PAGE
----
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North Carolina Drivers May Be Effected By BMW Recalls
After a review of 16 investigations during 2010, which included 338,000 passenger vehicle recalls, the National Highway Traffic Safety Administration identified numerous disclosure violations. NHSTA investigations are often triggered by customer complaints or safety concerns and can lead to recalls and also fines. In other incidences, car manufacturers determine there are issues with their vehicles and issue a recall or defect warning without government inquiry.
The carmaker BMW was among those targeted by the NHSTA. According to the investigation BMW 5 and 6 Series vehicles from 2004-10 and the 7 Series cars from 2002-08 had a potential oil leak in the brake vacuum pump that could lead to car accidents. As part of the government contention that BMW failed to promptly notify government officials about the defective product, they agreed to a $3 million dollar fine to settle the issue. Other issues found in BMW vehicles in the government investigations include insufficient windshield bonding in some sport activity vehicles and chain and brake problems in some BMW motorcycles.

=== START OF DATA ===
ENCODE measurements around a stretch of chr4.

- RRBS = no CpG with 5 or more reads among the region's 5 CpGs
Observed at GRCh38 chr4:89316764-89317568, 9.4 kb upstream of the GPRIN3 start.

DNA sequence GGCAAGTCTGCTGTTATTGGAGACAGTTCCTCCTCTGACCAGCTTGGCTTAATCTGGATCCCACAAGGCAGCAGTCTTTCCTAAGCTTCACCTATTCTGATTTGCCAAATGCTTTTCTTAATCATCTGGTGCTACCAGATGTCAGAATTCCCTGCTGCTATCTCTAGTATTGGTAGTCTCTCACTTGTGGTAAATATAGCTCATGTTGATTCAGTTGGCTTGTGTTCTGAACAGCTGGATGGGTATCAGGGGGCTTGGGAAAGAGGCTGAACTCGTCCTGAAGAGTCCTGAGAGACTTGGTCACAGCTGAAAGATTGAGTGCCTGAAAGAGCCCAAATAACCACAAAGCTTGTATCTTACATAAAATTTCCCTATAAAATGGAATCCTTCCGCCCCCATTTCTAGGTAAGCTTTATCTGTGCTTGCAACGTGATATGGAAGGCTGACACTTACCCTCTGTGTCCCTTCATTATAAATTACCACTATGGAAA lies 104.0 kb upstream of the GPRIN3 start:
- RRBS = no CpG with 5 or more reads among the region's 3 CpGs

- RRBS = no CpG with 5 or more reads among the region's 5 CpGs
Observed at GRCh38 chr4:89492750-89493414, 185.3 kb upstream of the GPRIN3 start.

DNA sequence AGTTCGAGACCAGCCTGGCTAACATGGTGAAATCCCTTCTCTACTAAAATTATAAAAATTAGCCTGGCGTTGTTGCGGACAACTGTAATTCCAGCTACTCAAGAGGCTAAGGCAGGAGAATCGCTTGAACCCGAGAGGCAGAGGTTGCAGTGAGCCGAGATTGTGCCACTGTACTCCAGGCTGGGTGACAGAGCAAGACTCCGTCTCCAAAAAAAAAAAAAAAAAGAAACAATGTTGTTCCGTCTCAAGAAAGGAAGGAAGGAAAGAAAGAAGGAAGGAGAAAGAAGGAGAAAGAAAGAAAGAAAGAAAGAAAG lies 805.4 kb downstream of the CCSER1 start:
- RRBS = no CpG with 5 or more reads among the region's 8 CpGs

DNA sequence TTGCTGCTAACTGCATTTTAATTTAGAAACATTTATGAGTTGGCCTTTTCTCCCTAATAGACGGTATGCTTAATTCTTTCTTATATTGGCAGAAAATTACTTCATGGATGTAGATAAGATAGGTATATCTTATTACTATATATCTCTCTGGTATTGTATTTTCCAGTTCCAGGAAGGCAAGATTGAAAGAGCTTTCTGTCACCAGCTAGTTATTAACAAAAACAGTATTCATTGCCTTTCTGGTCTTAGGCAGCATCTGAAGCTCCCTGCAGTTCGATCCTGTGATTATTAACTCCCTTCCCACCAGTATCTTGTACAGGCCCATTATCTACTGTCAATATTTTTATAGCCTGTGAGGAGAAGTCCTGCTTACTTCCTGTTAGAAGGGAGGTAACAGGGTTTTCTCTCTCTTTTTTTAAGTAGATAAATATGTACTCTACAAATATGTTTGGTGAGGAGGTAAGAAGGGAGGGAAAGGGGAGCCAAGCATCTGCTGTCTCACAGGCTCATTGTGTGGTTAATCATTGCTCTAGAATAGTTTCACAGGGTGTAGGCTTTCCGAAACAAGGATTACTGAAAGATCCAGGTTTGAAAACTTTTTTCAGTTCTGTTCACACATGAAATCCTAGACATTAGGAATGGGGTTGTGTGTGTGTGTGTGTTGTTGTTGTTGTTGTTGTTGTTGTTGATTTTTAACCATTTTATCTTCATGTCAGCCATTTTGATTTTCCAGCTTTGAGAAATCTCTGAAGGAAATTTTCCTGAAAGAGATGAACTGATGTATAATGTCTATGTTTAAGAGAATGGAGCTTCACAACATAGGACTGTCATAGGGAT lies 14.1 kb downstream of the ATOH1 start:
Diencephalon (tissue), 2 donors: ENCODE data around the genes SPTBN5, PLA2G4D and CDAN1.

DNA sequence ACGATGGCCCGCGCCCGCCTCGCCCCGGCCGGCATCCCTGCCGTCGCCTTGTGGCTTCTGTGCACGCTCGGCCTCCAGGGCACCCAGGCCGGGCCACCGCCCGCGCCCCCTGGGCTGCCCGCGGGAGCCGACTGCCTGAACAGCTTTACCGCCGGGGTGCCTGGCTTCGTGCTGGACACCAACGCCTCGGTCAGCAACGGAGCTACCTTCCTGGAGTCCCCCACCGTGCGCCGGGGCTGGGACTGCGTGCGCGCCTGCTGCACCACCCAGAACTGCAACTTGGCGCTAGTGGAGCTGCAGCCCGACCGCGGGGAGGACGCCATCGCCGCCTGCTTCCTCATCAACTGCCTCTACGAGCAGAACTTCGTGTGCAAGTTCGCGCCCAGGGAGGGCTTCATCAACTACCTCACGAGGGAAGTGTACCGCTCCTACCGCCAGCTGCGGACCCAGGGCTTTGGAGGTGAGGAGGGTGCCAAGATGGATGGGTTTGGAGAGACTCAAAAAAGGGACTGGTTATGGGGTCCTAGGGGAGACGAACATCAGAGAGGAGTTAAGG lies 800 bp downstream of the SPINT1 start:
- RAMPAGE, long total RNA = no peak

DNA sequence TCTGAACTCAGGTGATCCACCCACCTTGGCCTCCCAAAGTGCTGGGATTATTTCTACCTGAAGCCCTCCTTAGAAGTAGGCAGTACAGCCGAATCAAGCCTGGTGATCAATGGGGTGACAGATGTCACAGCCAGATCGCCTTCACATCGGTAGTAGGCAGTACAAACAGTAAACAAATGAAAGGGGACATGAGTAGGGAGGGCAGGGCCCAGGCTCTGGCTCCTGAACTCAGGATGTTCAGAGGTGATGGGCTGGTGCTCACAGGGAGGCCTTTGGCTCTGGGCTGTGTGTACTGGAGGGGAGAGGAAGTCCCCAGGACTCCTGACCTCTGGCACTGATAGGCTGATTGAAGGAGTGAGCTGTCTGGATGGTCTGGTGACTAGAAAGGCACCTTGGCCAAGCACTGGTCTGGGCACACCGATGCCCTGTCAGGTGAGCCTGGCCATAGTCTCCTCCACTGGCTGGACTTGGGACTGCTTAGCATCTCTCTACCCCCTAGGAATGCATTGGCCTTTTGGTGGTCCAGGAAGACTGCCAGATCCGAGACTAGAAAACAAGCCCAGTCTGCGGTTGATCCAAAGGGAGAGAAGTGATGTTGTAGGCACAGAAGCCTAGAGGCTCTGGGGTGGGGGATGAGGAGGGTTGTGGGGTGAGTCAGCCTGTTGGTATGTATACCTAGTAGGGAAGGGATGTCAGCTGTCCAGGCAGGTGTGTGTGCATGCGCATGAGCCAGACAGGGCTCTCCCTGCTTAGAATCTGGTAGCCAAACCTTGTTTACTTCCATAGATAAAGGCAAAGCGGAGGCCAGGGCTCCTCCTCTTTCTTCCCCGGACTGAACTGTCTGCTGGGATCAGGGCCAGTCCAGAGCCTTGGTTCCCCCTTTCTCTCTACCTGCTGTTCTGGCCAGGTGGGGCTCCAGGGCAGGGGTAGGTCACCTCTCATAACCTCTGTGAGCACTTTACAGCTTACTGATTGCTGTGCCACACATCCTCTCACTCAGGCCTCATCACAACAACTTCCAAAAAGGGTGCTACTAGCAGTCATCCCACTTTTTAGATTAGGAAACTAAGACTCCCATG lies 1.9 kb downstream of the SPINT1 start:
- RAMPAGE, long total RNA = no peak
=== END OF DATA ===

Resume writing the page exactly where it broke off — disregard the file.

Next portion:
According to the reports released by the government, BMW failed on multiple occasions to report issues in a timely fashion in both car and motorcycle recalls the company had initiated. In addition, the NHTSA noted a “troubling trend” in the manner in which BMW disclosed information. They stated that the automaker provided little information and delayed the process when they were directed asked to follow up.
The recall and fine of BMW is the largest such action in several years, since the investigation into Toyota for problems with its vehicles suddenly accelerating leading to many fatal accidents. Since that investigation there has been a renewed effort by the government to crack down on car manufacturers about recalls. The government has clearly determined that it is in the best interest of the driving public that safe vehicles are on the road. In investigating and issuing mandatory recalls and stiff penalties the government’s hope is that the defects that cause accidents can be avoided before more people are affected by an unnecessary tragedy.